Corona crisis hits German carmakers during crucial transition period
The production stops and far-reaching sales collapse in the automotive industry is hitting Germany's major carmakers at a crucial time of transition, Florian Gehm writes in Die Welt. Car sales are projected to drop by at least 20 percent globally this year and bailouts for stricken manufacturers and suppliers are set to cost the German government billions of euros, at a time when the industry is moving from traditional vehicle manufacturing to new technologies and evolving mobility concepts. "Some companies may well have to contemplate mergers," Gehm says, arguing that revenue will be needed to prepare for the future of propulsion systems that allow avoiding EU fines for violating fleet emission limits. At the same time, German carmakers will also need to hold back billions of euros for looming lawsuits and fines in the context of the dieselgate emissions fraud scandal. "The industry won't have time to heal its wounds once the corona crisis is over," Gehm writes, adding that Volkswagen, Daimler, BMW and others are likely to be among those calling for help the loudest. Mobility researcher Alexander Eisenkopf told the newspaper the crisis is likely to impact on EU emissions limits in the transport sector. Even if these are not loosened or removed altogether, they will clearly lose importance vis-à-vis the industry's structural stabilisation.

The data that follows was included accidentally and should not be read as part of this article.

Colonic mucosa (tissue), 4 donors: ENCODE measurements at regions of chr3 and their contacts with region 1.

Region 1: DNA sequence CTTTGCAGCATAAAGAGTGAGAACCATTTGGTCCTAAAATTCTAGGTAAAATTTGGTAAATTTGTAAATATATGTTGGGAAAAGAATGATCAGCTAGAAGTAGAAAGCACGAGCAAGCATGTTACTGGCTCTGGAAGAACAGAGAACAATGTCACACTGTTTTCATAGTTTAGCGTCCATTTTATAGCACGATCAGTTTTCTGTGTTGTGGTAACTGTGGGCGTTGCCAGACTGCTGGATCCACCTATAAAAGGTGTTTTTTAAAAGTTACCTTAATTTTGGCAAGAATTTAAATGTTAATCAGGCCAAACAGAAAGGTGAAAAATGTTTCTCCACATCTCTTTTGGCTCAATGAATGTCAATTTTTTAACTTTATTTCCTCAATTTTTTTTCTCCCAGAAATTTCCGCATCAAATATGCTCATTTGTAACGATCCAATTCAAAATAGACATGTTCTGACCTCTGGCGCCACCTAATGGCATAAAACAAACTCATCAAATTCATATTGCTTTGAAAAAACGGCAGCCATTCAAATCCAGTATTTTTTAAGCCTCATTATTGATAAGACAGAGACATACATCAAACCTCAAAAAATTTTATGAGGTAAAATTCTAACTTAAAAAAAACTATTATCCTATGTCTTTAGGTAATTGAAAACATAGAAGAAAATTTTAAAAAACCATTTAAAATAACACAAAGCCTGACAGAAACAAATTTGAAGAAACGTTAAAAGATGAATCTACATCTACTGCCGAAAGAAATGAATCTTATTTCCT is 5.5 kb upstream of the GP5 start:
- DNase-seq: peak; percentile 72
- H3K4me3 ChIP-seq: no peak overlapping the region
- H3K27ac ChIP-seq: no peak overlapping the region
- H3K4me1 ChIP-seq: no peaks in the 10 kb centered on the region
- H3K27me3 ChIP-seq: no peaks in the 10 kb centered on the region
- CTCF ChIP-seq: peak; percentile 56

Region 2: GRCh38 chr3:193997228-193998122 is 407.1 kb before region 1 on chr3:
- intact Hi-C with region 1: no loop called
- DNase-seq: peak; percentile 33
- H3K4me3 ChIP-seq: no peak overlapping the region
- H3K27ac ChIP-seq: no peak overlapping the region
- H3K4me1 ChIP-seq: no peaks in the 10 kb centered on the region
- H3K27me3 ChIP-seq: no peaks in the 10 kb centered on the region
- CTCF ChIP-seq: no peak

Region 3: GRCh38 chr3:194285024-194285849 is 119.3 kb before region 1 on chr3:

Germany's carmakers and other major industries in the country have stopped production lines and factories throughout the country in a bid to protect workers and the wider public from a faster spread of the coronavirus. The crisis hits the companies at a time when the shift to electric cars already requires major reshuffling of capital and labour requirements. Due to the sector's importance for the country's entire economy, supporting the car industry's transition to sustainable mobility has become a top priority for the German government.